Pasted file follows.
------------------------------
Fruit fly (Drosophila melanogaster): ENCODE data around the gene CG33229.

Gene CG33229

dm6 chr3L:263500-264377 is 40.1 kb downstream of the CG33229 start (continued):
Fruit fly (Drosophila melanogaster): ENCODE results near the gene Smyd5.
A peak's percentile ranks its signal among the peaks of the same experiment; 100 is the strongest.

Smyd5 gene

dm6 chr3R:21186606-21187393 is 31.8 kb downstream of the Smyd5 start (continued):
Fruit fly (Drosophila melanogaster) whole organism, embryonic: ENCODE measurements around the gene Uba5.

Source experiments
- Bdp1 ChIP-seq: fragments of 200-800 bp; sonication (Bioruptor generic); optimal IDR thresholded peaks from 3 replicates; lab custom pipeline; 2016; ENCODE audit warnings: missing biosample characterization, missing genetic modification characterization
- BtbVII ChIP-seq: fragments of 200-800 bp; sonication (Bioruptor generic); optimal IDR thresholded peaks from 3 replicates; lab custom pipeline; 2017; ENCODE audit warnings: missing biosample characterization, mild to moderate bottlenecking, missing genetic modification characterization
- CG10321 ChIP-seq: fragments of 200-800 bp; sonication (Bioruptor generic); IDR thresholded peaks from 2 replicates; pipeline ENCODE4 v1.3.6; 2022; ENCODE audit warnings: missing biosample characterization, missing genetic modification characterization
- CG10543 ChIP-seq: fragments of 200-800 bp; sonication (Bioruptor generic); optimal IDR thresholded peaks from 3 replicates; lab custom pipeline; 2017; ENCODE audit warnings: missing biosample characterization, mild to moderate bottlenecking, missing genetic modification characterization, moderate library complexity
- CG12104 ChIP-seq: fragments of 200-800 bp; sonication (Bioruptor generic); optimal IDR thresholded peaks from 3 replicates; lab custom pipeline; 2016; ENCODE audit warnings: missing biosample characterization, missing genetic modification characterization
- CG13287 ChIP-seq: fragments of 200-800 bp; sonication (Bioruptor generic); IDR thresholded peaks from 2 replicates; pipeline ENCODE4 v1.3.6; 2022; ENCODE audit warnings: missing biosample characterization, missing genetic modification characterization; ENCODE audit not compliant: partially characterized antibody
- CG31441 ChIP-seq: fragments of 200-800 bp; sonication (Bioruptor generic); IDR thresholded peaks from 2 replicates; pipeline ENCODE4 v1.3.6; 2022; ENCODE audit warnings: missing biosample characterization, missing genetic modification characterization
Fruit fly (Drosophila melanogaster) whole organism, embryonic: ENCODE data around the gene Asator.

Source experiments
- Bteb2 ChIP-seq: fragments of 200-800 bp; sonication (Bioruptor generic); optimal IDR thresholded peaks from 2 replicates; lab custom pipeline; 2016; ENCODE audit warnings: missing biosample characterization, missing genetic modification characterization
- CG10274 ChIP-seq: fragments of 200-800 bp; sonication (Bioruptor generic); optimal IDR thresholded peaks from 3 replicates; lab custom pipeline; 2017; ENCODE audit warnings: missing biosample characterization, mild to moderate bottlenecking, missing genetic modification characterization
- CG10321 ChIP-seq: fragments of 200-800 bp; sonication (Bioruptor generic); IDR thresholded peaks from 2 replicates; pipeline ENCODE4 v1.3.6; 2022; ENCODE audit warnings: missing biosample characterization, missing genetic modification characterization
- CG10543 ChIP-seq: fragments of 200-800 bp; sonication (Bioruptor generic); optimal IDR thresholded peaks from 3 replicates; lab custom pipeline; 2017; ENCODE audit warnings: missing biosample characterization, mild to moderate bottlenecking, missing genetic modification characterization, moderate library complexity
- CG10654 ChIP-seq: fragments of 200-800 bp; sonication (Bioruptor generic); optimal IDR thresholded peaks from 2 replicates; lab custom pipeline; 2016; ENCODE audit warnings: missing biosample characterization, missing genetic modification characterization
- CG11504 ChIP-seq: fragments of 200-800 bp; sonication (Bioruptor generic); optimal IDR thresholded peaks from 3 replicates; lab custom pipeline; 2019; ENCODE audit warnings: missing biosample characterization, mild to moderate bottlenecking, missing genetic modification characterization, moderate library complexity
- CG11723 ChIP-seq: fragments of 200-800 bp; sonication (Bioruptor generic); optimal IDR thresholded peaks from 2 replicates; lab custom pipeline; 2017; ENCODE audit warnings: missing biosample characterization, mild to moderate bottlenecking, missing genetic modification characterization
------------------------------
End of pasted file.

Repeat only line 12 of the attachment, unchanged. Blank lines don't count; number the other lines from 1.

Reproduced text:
- CG10321 ChIP-seq: fragments of 200-800 bp; sonication (Bioruptor generic); IDR thresholded peaks from 2 replicates; pipeline ENCODE4 v1.3.6; 2022; ENCODE audit warnings: missing biosample characterization, missing genetic modification characterization